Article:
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Maternal metal concentration during gestation and pediatric morbidity in children: an exploratory analysis



The majority of studies linking exposure to metals with certain health outcomes focus on known toxic metals. Alternatively, this study assesses the extent to which exposure to a wider range of metals during gestation is associated with childhood morbidity.


We analyzed the concentrations of 25 metals found in urine samples of 111 pregnant women of Arab-Bedouin origin collected prior to birth. In addition, we collected medical records on their offspring for six years following birth, including every interaction with HMOs, local hospitals, and pharmacies.


The main types of morbidities diagnosed and treated during this period were preterm births, malformations, asthma-like morbidity, cardiovascular and behavioral problems, and obesity. Multivariable analysis showed that offspring born before term were more likely to have been exposed to elevated maternal concentrations of zinc, thallium, aluminum, manganese, and uranium, all with adjusted relative risk above 1.40 for an increase by each quintile. Likewise, children with asthma had been exposed to higher levels of magnesium, strontium, and barium at gestation, while behavioral outcomes were associated with elevated biometals, i.e., sodium, magnesium, calcium, selenium, and zinc, as well as higher levels of lithium, cobalt, nickel, strontium, cadmium, vanadium, arsenic, and molybdenum. A heatmap of adjusted relative risk estimates indicates the considerable implications that exposure to metals may have for preterm birth and developmental outcomes.


The current study shows that perinatal exposure to metals is adversely associated with pediatric morbidity. Further such analyses on additional samples are warranted.


Exposure to heavy metals, the majority of which are highly toxic, can result in severe human morbidities. Lead (Pb), arsenic (As), and mercury (Hg) head the list, followed by aluminum (Al), cadmium (Cd), chromium (Cr), nickel (Ni), titanium (Ti), and others, whose presence is not essential to the human body. As a result, exposure to high concentrations is likely to be adversely associated with health outcomes. At the same time, other metals, including calcium (Ca), cobalt (Co), copper (Cu), iron (Fe), magnesium (Mg), manganese (Mn), molybdenum (Mo), selenium (Se), sodium (Na), and zinc (Zn), are considered essential for human physiology [1]. There is no consensus on the list of essential metals in medical literature; however, some researchers limit them to only Na, potassium (K), Mg, Ca, Zn, Se, and Cu [2, 3]. This group, also known as “biometals,” is characterized by a U-shaped association with health outcomes, whereas no U shape has been reported for non-essential metals [1].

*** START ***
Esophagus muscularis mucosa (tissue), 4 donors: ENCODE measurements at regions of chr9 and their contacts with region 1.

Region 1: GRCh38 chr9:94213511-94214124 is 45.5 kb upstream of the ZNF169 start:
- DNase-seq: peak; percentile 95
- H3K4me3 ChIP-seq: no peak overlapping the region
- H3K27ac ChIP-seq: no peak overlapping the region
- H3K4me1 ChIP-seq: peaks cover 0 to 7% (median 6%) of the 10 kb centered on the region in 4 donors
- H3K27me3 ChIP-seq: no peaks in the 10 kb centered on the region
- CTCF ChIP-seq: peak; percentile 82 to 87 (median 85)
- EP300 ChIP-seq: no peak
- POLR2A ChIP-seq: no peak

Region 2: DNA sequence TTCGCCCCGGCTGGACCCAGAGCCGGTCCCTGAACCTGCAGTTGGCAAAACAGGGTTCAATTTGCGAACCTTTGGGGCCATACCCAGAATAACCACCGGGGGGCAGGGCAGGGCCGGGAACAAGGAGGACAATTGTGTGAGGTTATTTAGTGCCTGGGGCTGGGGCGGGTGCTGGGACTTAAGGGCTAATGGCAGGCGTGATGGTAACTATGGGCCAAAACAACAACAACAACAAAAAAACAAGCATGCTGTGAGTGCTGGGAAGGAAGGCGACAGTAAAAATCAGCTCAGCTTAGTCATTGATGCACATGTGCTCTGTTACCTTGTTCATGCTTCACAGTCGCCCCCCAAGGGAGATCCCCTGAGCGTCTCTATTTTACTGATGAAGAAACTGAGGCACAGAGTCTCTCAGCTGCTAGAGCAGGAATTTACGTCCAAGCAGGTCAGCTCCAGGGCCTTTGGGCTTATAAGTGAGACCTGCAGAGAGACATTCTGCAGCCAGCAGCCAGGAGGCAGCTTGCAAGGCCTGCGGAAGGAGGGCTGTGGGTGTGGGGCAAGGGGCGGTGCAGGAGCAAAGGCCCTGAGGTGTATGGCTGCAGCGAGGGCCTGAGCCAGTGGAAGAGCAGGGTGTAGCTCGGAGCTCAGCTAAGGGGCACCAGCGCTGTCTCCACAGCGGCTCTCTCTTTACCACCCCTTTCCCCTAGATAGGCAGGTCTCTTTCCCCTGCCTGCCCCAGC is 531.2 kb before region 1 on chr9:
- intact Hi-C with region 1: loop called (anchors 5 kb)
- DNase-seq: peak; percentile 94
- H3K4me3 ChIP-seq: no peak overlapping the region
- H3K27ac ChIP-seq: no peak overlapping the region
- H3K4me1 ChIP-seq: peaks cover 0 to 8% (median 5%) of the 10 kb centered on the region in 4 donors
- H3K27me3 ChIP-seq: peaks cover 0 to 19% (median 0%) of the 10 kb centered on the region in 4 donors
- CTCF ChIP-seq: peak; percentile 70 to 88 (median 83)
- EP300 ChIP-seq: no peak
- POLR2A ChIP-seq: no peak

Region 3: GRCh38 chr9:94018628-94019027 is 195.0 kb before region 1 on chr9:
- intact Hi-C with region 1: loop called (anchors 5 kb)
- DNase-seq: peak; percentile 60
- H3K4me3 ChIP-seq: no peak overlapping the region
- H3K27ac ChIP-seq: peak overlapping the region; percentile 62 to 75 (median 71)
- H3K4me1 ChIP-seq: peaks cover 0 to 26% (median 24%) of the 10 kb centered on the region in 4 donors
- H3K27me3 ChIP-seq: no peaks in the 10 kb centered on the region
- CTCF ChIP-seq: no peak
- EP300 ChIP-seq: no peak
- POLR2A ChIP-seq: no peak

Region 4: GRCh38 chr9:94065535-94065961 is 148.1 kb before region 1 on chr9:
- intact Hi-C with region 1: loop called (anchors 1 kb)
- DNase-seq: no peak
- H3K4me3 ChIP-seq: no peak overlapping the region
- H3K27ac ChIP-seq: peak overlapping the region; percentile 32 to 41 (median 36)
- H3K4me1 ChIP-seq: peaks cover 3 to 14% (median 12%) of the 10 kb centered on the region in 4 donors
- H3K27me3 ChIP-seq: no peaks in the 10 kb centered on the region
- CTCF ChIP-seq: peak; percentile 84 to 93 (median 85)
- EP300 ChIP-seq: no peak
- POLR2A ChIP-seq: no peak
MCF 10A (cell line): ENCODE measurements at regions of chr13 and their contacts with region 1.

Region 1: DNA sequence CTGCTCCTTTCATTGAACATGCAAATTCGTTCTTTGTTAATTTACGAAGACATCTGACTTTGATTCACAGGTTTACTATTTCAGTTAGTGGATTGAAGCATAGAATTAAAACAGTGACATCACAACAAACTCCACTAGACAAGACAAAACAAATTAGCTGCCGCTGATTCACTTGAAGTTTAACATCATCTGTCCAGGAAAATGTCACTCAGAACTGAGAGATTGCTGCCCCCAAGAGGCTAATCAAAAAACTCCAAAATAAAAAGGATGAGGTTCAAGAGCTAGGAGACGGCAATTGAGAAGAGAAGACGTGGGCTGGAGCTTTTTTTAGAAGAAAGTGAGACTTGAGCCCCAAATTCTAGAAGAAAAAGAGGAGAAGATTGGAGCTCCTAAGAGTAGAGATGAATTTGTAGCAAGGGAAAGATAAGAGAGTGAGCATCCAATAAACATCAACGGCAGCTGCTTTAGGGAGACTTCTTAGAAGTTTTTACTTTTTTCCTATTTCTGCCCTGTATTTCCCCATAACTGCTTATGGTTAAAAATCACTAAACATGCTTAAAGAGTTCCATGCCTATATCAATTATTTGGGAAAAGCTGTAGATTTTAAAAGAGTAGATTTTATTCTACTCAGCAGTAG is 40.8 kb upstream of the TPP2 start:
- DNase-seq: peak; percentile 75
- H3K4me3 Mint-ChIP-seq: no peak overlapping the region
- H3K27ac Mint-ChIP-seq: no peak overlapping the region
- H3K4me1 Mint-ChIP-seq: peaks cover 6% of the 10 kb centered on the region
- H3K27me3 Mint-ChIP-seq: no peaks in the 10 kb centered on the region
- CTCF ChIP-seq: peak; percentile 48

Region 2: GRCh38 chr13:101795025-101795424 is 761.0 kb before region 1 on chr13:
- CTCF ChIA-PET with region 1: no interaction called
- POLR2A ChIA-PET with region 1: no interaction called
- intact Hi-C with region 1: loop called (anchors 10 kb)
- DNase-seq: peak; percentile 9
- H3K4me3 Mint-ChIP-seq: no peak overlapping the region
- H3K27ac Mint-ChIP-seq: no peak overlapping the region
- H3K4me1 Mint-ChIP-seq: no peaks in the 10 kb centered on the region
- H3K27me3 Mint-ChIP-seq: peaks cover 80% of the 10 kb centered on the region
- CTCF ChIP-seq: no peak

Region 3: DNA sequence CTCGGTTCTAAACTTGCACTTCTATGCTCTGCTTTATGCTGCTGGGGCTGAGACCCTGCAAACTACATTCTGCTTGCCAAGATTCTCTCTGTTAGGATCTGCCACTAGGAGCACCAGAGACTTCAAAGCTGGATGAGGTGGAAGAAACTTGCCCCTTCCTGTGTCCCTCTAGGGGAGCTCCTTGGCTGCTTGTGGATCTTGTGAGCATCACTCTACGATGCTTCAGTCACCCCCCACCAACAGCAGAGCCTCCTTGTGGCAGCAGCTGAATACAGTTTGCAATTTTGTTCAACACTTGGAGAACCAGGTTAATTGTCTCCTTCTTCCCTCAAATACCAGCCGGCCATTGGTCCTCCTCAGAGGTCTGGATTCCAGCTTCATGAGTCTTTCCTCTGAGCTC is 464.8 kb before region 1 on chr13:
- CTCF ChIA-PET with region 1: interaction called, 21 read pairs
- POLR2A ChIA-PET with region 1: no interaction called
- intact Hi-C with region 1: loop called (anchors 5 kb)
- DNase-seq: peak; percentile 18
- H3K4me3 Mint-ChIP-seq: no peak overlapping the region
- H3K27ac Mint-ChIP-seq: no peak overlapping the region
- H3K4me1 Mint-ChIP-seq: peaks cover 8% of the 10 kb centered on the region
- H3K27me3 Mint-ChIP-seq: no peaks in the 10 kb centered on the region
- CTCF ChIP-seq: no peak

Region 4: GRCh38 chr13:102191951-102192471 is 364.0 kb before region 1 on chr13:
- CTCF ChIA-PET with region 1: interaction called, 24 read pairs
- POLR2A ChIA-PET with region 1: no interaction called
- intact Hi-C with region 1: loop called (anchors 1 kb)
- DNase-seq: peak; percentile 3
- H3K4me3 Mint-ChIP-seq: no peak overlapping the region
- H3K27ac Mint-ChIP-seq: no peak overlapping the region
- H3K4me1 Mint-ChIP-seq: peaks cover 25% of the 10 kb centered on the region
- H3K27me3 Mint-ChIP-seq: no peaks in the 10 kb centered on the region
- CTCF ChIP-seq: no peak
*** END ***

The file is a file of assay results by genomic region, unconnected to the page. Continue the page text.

Since toxic metals are known to cross the placenta and blood-brain barrier and deposit in fetal tissues, children are likely to be susceptible to metal exposure early, starting from the time of gestation. For this reason, maternal metal concentration is frequently used as a proxy for that of a fetus when studying health outcomes.

Maternal elevated concentrations of Al, As, Cd, Hg, Ni, and Mn have been reported in relation to newborn congenital defects at birth [4,5,6,7]. Small-for-gestational age (SGA) status at birth has been adversely linked to Cd [8] and As [8, 9]. Likewise, preterm birth was reported associated with Cd [10, 11] and Pb [12]. Nevertheless, the association between Pb, Cd, As, Cr, or Hg and preterm birth was not always confirmed [13, 14].

A recent review by Allen provided an evidence of an association between prenatal Pb exposure and neurological and cognitive impairment [15]. The findings of several other studies support this link for Pb [16, 17], as well as for Mn [18, 19], Hg [19], As [19], and Cd [20, 21]. However, some contradictory findings have also been reported for Cd [19, 22,23,24]. The lack of association in those cases might have been a result of adjustment to smoking, known to be related to Cd levels [25] as well as to cognitive function [26], and therefore a potential confounder in the association between the two.

Pulmonary function indices and asthma in children were linked with Pb [27, 28], Mn, Ni, and Cr [29, 30], as well as Co and Zn [31]. Likewise, maternal Pb has been reported in association with elevated blood pressure in 5-year-old children [32] and prenatal exposure to Cd—with an increased risk of obesity at the age of five [33].

The Bedouin-Arab population of southern Israel is known for elevated rates of childhood morbidity [34] usually related to its low socio-economic status, previous and to some degree still prevalent semi-nomadic life style, temporary housing conditions, high rates of smoking among males, and consanguineous marriages [34, 35].

Because of the vulnerability of the Bedouin-Arab community, the extensive monitoring of hazardous exposures, in an attempt to identify and eliminate modifiable factors related to morbidity, is required. In the current analysis, we aim to explore the possible links between maternal exposure to a wide range of heavy metals at gestation with birth outcomes and the health conditions of 5 to 6-year-old offspring.


Study population